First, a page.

I recently researched symptoms of depression to help me understand it a bit further.  I wanted to determine if what I was experiencing was truly depression or just some low periods.  I compared my feelings to the list:

  • persistent sad, anxious, or “empty” mood – check
  • loss of interest or pleasure in activities, including sex – check
  • restlessness, irritability, or excessive crying – check
  • feelings of guilt, worthlessness, helplessness, hopelessness, pessimism – check, check
  • sleeping too much or too little, early-morning awakening – check
  • thoughts of death or suicide, or suicide attempts – check
  • difficulty concentrating, remembering, or making decisions – check

People often think that those of us who suffer from depression are downers who have difficulty functioning in everyday life.  These are just some of the myths that create stigmas and often prevent people from being honest about their own mental illness.  For me, the truth is I function very well and, most often, I am pretty upbeat – typically the life of the party.  And no, I am not bipolar.  I simply am not depressed every single day.  But when I go down, I go down hard.  And once I am down, it is very hard to get back up.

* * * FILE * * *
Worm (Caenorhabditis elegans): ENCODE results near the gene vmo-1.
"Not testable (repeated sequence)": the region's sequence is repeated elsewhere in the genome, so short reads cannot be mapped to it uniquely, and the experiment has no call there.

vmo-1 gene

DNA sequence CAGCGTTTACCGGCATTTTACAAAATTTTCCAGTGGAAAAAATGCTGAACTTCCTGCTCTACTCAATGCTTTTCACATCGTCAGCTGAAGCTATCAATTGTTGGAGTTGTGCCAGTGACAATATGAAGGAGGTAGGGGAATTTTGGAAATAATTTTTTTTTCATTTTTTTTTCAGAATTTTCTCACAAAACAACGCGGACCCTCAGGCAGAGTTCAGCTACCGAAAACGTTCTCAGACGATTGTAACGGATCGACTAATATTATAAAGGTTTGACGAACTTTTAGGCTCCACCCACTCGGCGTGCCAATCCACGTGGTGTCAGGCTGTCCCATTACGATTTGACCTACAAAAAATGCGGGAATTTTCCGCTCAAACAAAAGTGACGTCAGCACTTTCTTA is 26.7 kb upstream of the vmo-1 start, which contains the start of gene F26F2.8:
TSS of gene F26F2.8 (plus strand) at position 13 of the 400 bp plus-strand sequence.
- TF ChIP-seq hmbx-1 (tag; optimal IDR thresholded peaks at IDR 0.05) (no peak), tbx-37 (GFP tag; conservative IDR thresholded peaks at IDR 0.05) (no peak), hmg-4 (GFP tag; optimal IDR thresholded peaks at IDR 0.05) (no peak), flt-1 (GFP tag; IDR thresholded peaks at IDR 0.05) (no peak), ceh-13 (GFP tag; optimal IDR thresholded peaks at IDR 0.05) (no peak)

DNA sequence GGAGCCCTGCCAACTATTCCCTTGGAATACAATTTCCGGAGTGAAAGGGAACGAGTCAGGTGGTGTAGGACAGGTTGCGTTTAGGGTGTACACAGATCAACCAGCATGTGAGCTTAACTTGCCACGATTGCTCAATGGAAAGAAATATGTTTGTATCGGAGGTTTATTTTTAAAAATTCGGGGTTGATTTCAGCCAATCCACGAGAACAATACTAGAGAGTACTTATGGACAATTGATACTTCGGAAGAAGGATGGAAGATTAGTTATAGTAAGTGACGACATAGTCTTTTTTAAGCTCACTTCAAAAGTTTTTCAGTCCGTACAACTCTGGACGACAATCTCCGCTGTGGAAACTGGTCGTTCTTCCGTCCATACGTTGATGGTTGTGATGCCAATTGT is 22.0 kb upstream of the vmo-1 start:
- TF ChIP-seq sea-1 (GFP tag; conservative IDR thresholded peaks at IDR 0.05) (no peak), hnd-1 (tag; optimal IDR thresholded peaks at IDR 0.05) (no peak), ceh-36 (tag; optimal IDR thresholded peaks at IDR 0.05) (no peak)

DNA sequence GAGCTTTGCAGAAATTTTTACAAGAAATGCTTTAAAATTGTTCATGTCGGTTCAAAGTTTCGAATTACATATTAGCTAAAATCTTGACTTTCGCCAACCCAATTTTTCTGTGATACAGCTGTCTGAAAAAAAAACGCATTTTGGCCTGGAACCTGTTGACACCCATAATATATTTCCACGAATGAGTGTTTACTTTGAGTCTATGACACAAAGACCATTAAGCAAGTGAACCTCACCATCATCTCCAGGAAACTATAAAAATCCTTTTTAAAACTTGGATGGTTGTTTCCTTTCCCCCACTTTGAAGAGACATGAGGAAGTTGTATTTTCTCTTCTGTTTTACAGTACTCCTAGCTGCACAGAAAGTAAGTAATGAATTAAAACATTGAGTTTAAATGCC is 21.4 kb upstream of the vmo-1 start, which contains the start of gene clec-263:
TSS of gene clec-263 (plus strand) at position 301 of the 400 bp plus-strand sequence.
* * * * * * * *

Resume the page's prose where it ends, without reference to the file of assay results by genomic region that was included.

Recently, I went through an extremely dark period.  It felt like it came out of nowhere but, upon reflection and analysis, there were many triggers including work stress, holidays, and some challenging personal relationships.  I realized it was chasing me down and I was running from it like an animal being hunted as prey.  I just didn’t consciously realize I was scurrying from capture until it caught me and pummeled me.  When I saw the face of my demon, I recognized instantly that it had been sneaking up on me for a while.  Unfortunately, once I thought I got rid of the beast, I relaxed a bit and was shocked when it quickly reappeared and lingered  like a stalled-out hurricane.  It blew in, did some destruction and then seemed like it was moving out to sea.  Much to my surprise and severe disappointment, it changed direction and ended up blowing back in, this time much stronger and hanging on for a much longer period of time.  I was absolutely certain I was having a nervous breakdown. The darkness was so severe and so intense that I could not see my way to clarity.  I did not think the clouds would ever pass, that the winds would ever let up or that the rain would stop pouring down.  But, as is always the case with storms, they do pass and the sun shines through the clouds offering the hope for a brighter tomorrow.